Europa Classic C-GIET SOLD April 2020
Sorry to disappoint those who already showed interest but didn't make a decision in time.
Ideal for cross country commuting. Very good on grass fields.
Specifications: Europa Classic, by owner-builder, U.K. kit #110, 550 hrs air frame and engine, Rotax 912 ULS, 100 hp, Warpdrive, ground adjustable propeller, runs on 91 octane car-gas or 100LL. Retractable mono-wheel with dampened suspension, folding back, flexible out-riggers under wings inter-connected to large, slotted flaps (single lever operation). Empty weight is 830 lb, , max. gross weight is 1370 lbs.
The aircraft has a 70 litre (18.2 gals) fuel tank in the fuselage, with a 20 min. reserve setting. Radio is a Garmin SL 40, with PTT buttons on both control sticks, as are elevator trim switches.
Wingtip strobe lights were added after build completed.
A Garmin SL70 transponder with an Ameri King altitude encoder and a Garmin GPS 196 on a holder with power supply from the electrical system are also installed.
Climb-out with landing-gear and flaps retracted is 1000 ft/min, cruise at 130 knots with 19 l per hour fuel consumption, giving a range of 400 miles with the present prop-pitch setting. Landing speed is 55 knots over the numbers.
All flight and engine instruments are analog and work well for VFR. The UK made Navigator compass is mounted on the top of the windshield -frame and is very good.
Notable factory approved upgrades: most, carried out during the original build, are features of the new XS model; they include enlarging of the luggage compartment, XS tail wheel with push-rod activated rudder, heavier main-pins, larger oil-cooler and gas-collator at the lowest point of the fuel system, with fuel drain. Stainless steel exhaust system.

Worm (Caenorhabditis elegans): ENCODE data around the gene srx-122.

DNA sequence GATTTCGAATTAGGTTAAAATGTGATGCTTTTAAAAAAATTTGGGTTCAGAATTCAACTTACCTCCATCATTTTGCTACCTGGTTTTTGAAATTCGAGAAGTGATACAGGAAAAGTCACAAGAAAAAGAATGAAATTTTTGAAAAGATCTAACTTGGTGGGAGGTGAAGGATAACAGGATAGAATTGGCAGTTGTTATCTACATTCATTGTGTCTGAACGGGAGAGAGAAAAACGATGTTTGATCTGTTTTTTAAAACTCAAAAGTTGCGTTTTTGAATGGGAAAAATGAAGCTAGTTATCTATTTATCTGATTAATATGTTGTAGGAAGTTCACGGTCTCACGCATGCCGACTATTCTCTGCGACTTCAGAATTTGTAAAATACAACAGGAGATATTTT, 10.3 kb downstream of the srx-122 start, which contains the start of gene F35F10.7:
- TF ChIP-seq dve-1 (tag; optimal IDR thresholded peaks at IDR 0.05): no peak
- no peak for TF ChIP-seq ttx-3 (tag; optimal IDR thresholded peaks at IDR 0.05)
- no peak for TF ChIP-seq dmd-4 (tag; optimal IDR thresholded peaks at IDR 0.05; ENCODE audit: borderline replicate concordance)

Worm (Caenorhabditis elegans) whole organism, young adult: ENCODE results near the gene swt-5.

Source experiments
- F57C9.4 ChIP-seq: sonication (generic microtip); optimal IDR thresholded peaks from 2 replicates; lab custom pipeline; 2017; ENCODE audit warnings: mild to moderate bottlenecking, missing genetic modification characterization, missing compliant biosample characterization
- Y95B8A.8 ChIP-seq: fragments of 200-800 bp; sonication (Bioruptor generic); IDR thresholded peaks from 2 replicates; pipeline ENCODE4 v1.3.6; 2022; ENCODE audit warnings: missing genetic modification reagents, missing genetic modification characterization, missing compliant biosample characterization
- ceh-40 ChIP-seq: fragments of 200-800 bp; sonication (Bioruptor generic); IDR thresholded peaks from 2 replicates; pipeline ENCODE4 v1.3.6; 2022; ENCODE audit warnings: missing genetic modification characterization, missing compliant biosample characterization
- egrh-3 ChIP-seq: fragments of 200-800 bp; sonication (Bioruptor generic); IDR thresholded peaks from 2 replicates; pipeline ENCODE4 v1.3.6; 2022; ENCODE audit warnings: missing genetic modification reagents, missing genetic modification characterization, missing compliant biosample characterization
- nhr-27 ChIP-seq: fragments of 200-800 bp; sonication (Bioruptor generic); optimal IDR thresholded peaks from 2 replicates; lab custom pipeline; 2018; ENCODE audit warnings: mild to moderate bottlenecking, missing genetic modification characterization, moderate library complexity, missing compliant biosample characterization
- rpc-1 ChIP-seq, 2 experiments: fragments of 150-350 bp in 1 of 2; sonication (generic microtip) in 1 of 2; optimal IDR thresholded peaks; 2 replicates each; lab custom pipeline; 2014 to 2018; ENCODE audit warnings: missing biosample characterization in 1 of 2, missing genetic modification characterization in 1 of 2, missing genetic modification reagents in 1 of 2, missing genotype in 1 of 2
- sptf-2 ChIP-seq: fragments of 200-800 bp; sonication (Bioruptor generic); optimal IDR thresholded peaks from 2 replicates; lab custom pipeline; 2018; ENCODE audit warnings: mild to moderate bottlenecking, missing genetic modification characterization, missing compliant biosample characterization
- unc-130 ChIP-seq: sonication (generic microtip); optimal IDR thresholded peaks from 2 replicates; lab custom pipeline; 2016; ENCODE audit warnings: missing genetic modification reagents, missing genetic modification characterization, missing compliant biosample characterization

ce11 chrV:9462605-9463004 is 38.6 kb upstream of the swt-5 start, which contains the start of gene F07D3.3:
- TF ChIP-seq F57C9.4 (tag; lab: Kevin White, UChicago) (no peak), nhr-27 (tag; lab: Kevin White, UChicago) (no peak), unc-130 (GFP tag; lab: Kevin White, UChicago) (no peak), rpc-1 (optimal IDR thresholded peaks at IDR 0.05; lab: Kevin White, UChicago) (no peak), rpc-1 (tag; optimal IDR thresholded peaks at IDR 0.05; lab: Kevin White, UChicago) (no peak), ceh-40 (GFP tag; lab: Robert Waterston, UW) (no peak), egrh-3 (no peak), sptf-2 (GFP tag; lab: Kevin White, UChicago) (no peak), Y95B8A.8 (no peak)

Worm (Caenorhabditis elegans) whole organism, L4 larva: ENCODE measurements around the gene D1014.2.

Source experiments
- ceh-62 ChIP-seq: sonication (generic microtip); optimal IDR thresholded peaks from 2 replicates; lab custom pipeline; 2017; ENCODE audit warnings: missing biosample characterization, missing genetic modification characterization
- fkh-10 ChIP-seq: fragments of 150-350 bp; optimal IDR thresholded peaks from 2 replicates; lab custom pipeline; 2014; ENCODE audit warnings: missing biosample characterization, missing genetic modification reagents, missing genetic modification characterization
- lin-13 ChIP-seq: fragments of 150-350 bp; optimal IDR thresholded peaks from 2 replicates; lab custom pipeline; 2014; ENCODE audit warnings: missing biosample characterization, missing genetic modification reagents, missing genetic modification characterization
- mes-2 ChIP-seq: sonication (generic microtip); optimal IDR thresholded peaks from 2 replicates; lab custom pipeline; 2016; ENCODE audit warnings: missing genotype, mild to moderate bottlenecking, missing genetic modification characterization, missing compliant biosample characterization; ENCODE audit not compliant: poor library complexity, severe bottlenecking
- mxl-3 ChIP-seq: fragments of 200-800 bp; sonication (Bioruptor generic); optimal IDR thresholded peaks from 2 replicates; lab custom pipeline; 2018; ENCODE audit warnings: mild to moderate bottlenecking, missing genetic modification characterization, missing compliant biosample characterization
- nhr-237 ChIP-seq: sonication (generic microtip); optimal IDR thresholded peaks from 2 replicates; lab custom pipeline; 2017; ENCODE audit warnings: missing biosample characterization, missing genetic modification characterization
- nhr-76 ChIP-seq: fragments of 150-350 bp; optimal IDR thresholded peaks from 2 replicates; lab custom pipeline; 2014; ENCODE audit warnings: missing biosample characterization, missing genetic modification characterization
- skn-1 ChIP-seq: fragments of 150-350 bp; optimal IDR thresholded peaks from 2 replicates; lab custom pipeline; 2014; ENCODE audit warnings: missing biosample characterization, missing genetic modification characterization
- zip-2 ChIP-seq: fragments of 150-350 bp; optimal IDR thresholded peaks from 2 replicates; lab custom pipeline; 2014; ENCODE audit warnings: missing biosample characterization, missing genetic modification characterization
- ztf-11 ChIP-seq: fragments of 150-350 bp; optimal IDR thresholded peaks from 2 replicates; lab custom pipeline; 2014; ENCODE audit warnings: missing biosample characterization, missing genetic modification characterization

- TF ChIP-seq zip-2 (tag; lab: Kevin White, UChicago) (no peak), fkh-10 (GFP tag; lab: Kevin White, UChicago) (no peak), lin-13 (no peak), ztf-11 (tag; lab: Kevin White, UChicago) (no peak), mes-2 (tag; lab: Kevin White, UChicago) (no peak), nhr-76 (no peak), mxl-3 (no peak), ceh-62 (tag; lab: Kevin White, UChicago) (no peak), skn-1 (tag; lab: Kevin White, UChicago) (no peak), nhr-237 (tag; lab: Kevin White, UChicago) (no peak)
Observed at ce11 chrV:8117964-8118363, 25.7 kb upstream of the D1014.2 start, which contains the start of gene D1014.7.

The Europa Classic, unlike the quick-build XS, is built with foam-core, surrounded and reinforced by glass-fiber lay-ups. They will therefore float forever in an emergency landing on water. It has been successfully done! though fortunately not by me! The aircraft is designed to be quickly dismantled and put on a trailer, similar to a boat-trailer. It can then be stored in a single car garage. In my case, the plane has always been hangared. However, a much sought after trailer is included and fits into garage when loaded.
Why did I choose to build the Europa?
When I retired, I began to look for a home-built aircraft project. I read some very interesting reports about the Europa, which had been designed by Ivan Shaw in the U.K. and was being developed into a kit. My many hours and years in gliding meant I had flown in some 25 different types of aircraft designs and construction with the latest being fiberglass. It also meant I had worked with many materials and already had experience working with fibreglass while helping in the local glider club with minor repairs. The literature regarding such repairs had become available at that time as well so I felt very confident about building in fiberglass.
My wife, also a glider pilot, was in England at that time and managed to visit one of the very early builders there. She was most impressed with the quality of the parts and the builder was very enthusiastic about the kit, and rightly so. The Europa is now the most prominent light aircraft in England with large numbers showing up at every fly-in there.